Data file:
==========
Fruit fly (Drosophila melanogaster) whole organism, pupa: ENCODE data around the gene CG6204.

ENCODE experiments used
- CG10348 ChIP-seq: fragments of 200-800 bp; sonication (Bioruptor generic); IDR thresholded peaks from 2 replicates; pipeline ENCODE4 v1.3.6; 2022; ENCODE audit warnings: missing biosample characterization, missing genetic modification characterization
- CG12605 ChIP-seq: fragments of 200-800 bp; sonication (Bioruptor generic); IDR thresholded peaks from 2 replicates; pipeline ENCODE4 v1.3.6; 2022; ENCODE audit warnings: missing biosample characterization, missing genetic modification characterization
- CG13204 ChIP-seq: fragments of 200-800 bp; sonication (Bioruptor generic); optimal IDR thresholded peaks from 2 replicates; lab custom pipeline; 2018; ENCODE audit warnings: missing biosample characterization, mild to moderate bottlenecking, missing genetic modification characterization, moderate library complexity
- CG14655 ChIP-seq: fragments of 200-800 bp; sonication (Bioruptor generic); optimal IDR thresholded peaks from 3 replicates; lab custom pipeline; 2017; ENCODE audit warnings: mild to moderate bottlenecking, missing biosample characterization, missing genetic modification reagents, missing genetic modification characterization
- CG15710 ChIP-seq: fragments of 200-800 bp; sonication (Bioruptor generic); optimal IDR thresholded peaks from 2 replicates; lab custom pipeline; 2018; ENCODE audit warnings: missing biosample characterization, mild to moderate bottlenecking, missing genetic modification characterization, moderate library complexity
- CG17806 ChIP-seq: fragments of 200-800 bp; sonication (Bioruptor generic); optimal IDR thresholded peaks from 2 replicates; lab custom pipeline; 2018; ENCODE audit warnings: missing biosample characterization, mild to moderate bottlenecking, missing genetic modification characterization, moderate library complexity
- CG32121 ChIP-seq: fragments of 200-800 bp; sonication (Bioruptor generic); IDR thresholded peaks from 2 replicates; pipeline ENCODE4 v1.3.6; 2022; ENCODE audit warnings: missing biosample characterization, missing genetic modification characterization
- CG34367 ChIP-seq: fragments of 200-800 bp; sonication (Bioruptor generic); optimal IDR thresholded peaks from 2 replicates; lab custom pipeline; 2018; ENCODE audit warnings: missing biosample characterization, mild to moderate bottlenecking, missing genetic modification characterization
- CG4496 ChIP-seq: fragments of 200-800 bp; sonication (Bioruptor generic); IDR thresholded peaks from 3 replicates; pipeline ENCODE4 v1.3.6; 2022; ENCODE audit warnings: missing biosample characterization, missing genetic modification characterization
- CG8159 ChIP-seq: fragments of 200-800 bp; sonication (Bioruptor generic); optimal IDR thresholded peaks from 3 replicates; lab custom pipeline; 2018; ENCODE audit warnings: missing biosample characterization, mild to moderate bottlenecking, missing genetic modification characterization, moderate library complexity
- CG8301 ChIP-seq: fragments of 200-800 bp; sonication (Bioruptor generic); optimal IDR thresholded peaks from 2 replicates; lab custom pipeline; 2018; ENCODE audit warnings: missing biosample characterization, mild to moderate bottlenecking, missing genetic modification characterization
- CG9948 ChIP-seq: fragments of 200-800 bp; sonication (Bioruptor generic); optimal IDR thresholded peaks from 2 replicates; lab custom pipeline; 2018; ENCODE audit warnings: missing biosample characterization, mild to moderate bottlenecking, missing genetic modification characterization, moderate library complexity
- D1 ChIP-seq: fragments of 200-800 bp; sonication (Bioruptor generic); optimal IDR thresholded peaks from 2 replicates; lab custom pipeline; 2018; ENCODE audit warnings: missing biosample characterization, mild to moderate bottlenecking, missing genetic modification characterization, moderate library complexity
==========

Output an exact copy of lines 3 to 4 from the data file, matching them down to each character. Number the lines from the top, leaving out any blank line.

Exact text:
- CG10348 ChIP-seq: fragments of 200-800 bp; sonication (Bioruptor generic); IDR thresholded peaks from 2 replicates; pipeline ENCODE4 v1.3.6; 2022; ENCODE audit warnings: missing biosample characterization, missing genetic modification characterization
- CG12605 ChIP-seq: fragments of 200-800 bp; sonication (Bioruptor generic); IDR thresholded peaks from 2 replicates; pipeline ENCODE4 v1.3.6; 2022; ENCODE audit warnings: missing biosample characterization, missing genetic modification characterization